The likely scenario is that they will avoid bankruptcy when it comes to Evergrande. [and] seek restructuring with strategic investors or bridge investors. The priority from a national perspective and a sentiment perspective is the completion of the supply chain forecasting and cash settlements.
Vishwanath Tirupattur, Morgan Stanley
Expectations of widespread contagion may be exaggerated. Clearly, the impact on growth is there. But I think the key point here is that I still believe that this is not a moment like the one we had in 2008. There has certainly been a subtle turnaround from policy makers in China. A lot of that we think is already reflected in the price.
Marko Kolanovic, JPMorgan Chase
[The market sell-off] It is mainly driven by technical sales flows (CTA and option hedging) in a low liquidity environment and the overreaction of discretionary traders to perceived risks. Our fundamental thesis remains unchanged and we see the selloff as an opportunity to buy the dip.
The risks are well marked and valued, with multiples of shares at post-pandemic lows for many reopening / recovery exposures. We look to cyclicals to regain leadership as delta flexes.
Shujin Chen, Jefferies
Against the market’s view, we see regulators keeping a close eye on Evergrande and believe it could soon come up with a plan or significant progress to reduce the impact.
We expect a plan to solve the problems or help make significant progress by the end of the year (also possible within 1 to 2 months), as China will focus on driving 1Q22 economic growth starting in 4Q21.
Larry Hu, Macquarie
A major concern is contagion risk for other high-leverage developers, as banks, providers and home buyers would become more cautious in light of the Evergrande saga. As a result, a self-fulfilling liquidity crisis could occur to other highly leveraged developers. That said, the government has the will and the ability to intervene if the market panics.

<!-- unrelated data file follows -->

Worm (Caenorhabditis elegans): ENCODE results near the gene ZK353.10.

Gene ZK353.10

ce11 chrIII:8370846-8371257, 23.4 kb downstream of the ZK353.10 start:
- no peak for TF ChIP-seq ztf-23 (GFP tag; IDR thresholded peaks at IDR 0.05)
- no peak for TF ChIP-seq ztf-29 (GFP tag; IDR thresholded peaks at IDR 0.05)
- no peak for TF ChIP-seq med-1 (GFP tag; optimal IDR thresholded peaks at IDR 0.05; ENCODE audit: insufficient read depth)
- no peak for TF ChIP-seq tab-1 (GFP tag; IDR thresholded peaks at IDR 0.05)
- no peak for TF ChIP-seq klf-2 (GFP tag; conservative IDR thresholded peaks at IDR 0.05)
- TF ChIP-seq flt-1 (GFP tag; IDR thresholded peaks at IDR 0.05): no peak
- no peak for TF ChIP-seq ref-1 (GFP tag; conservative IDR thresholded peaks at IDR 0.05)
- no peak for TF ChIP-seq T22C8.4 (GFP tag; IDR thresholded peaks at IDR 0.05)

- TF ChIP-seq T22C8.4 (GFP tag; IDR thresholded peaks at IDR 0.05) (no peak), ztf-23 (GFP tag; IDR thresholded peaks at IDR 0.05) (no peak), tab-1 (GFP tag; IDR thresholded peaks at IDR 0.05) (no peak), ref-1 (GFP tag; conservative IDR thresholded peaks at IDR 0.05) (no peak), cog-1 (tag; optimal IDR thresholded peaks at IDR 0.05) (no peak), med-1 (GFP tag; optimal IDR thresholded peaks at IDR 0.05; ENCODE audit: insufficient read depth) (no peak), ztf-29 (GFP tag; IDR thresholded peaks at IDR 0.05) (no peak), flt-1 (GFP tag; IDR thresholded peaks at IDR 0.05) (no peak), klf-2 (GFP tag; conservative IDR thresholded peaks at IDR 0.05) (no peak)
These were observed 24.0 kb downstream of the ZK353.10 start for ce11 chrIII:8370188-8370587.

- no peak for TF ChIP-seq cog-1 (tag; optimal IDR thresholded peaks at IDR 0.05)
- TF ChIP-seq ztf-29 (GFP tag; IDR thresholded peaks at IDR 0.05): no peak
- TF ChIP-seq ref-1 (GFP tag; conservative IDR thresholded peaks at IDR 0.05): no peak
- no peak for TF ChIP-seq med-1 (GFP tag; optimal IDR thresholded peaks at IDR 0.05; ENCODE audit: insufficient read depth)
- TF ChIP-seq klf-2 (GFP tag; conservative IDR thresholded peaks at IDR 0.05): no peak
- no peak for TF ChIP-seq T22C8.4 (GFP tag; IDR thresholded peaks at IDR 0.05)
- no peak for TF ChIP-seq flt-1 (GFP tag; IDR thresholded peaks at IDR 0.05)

It could break the negative feedback loop by easing liquidity, as it did during the interbank credit crisis in 2013. Also, given that real estate policy is unprecedented right now, policy makers have plenty of room to relax if they wish. They seem willing to wait a bit longer to reduce moral hazard in the future, but could intervene at any time for the sake of financial and social stability.
John Lin, AllianceBernstein
There is very little chance that default will turn into a systematic crisis. First, Chinese regulators are the ones that triggered Evergrande’s most recent crash. Regulators have prepared for it and will be able to manage it.
Because there is a low probability of a systematic crisis, many of the Chinese developers, particularly the higher quality companies with a strong balance sheet, capable management and a good product reputation, will survive this round of correction. In the market panic for the past two weeks, their valuations have already been overshot downward. In our opinion, these select quality developers present attractive payback opportunities for long-term minded investors.
Tommy Wu, Oxford Economics
Concerns about the growing risk of default from Evergrande, the real estate developer, have hit financial markets for the past week. While we believe the government does not want to be seen as a bailout plan, we expect it to step in to carry out a managed restructuring of the company’s debt to avoid messy debt recovery efforts, reduce systemic risk, and contain debt. economic disruption.